With Spring Training mercifully around the corner, it’s that time of the year when teams start negotiating contract extensions. Clayton Kershaw started off the extension season with a deal that guarantees him $215 million, and the Atlanta Braves recently agreed on a lucrative deal with first baseman Freddie Freeman that will keep him under team control through his age-31 season while guaranteeing him approximately $100 million of new money.
Here are some players that are good candidates for contract extensions before the season begins.
Max Scherzer – When the Detroit Tigers traded away Doug Fister in what can best be described as a fleecing by the Washington Nationals and General Manager Mike Rizzo, it became apparent that they would focus on locking up CY Young winner Max Scherzer.
In 2013, he headlined a Tigers pitching staff that broke the major league record for strikeouts in a season, as he pitched to a career-best 2.74 ERA and 6.4 fWAR, on his way to capturing 28 of the 30 first-place votes in the AL CY Young voting. He’s just one year from free agency, and after seeing the bidding for Masahiro Tanaka, he may decide to test the waters.
Miguel Cabrera – Just last year, the Tigers locked up Justin Verlander to a long-term deal that involved five years and $140 million of new money. Scherzer doesn’t have his rotation mate’s track record, but given the current rate of inflation in free agent salaries, a contract extension could approach Verlander territory.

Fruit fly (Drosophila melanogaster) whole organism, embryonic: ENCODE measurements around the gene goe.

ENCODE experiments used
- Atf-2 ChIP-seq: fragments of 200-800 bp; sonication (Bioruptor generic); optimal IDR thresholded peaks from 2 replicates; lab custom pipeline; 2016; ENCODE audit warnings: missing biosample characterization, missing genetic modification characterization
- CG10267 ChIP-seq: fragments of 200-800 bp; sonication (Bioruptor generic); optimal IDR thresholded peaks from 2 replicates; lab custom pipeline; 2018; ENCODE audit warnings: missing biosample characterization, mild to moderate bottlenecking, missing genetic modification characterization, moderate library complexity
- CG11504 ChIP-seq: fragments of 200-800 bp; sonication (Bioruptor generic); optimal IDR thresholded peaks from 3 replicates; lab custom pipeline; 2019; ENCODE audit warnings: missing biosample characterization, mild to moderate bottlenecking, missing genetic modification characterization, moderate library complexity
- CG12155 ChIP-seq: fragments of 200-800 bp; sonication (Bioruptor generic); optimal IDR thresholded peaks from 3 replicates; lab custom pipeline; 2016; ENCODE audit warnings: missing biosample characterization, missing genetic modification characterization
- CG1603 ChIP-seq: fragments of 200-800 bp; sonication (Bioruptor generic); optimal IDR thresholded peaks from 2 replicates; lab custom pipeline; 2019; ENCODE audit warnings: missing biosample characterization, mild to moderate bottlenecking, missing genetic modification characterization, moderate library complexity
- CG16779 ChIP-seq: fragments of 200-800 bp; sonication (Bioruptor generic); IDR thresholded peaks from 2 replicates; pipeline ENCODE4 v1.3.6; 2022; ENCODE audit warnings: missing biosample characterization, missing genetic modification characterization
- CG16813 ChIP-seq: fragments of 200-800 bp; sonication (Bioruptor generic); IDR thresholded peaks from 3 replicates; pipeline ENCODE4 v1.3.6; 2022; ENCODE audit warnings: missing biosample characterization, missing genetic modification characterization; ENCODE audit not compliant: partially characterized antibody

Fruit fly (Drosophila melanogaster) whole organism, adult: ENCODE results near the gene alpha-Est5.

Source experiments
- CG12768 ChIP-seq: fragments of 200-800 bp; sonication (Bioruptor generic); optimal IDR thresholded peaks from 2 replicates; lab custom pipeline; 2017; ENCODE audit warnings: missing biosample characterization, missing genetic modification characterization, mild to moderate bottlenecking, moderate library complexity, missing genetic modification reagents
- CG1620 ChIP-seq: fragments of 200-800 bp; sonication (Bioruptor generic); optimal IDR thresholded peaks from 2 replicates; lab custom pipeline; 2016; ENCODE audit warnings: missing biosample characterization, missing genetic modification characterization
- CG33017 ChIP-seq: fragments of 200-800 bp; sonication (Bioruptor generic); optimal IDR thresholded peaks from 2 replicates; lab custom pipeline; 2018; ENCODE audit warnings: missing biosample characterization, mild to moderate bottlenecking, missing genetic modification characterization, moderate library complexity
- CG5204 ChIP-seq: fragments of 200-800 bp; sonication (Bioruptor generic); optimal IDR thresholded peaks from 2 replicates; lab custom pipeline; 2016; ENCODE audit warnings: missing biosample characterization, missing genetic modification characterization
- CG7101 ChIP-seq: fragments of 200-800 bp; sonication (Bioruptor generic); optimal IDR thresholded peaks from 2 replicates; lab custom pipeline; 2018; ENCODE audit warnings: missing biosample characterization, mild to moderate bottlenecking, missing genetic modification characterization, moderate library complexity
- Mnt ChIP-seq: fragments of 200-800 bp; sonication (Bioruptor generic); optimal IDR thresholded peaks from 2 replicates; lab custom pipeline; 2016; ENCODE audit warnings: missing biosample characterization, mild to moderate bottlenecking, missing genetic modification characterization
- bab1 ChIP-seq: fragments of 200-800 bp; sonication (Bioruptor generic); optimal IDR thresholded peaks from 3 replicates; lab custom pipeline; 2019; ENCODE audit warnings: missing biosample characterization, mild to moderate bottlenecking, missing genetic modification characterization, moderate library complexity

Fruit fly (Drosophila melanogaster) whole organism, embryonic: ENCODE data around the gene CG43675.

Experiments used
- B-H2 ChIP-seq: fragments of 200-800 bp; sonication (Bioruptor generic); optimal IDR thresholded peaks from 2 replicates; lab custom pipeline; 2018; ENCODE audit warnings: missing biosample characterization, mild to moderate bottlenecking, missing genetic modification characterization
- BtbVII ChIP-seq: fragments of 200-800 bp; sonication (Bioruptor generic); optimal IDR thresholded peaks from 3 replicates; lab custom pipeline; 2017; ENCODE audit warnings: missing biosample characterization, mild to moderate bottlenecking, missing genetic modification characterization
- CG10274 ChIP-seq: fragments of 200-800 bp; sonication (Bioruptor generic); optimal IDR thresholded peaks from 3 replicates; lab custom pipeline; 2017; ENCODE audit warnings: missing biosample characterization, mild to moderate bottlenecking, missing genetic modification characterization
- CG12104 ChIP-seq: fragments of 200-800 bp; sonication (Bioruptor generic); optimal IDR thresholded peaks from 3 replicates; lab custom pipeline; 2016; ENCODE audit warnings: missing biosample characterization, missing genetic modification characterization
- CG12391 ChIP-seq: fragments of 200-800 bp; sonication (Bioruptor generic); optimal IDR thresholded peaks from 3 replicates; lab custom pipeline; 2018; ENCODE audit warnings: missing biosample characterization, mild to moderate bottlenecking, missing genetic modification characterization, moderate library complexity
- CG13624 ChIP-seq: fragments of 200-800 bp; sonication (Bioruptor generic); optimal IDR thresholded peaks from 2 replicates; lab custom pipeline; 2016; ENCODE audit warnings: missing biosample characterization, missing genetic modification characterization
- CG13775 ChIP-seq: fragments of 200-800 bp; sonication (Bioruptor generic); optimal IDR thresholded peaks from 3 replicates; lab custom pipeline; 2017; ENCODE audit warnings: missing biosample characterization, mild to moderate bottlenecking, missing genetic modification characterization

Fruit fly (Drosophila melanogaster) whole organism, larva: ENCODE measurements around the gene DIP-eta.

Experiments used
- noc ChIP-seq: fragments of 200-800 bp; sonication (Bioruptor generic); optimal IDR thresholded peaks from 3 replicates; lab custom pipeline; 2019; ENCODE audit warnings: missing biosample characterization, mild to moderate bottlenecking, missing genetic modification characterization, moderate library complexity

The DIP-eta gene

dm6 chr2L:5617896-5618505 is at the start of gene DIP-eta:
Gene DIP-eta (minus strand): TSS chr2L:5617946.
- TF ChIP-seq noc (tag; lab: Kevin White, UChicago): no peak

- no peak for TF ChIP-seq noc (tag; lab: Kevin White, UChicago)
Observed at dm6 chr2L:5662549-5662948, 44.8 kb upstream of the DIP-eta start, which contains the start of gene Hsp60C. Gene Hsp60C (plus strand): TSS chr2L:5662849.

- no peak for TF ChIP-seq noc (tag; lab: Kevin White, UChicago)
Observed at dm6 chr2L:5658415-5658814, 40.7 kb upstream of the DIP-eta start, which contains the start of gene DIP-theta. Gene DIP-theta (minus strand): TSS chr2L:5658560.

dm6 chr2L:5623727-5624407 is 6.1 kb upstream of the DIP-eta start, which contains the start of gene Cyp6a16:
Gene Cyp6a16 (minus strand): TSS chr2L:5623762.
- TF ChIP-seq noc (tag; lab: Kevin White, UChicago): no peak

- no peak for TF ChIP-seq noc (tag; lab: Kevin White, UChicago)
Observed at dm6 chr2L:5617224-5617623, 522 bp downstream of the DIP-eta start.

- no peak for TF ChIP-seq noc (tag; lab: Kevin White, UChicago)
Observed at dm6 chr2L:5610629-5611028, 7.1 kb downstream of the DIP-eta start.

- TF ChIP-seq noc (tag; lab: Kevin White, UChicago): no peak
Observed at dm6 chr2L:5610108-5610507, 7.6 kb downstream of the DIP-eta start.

Besides worrying about a Scherzer extension, the Tigers also have to deal with Miguel Cabrera‘s impending free agency. Shortly after trading for Cabrera in the 2007-08 offseason, the Tigers inked him to an eight year deal worth $152 million.
Now, the reigning AL MVP has just two years and $44 million left on that deal. If the Tigers don’t extend him, he’ll hit free agency at 32, a point at which he would likely have enough gas in the tank to procure another long-term deal. Mike Trout is the better all-around player, but Cabrera is the game’s best hitter, and a move to first base should increase his value and his health.
Hanley Ramirez – It was just last season that the baseball world had seemingly given up on Hanley Ramirez as a superstar. From 2011-12, he hit a very mediocre .252/.326/.416 while playing below-average defense. His 3.9 fWAR put him on the same footing as Alcides Escobar, a far cry from his first five seasons when his 28.2 fWAR marked him as the premier shortstop in baseball and one of baseball’s five best players.
Fast forward to 2013, and Ramirez produced one of the best seasons ever by a shortstop, albeit in only 86 games. He hit .345/.402/.638 with 20 home runs for a 191 wRC+ and 5.1 fWAR. When he was on the field, he was the best player in baseball. The Los Angeles Dodgers and their seemingly endless stream of cash are intent on locking him up long-term, and something in the range of $20-25 million per year seems likely.
Jason Kipnis – In his last pre-arbitration year, Jason Kipnis established himself as one of the top five second basemen in baseball. Improving on a solid 2012 season, the 26 year-old hit .284/.366/.452 for a 130 wRC+ and 4.5 fWAR as the Cleveland Indians were a surprise playoff team. Among second sackers, only Matt Carpenter and Robinson Cano had a higher wRC+.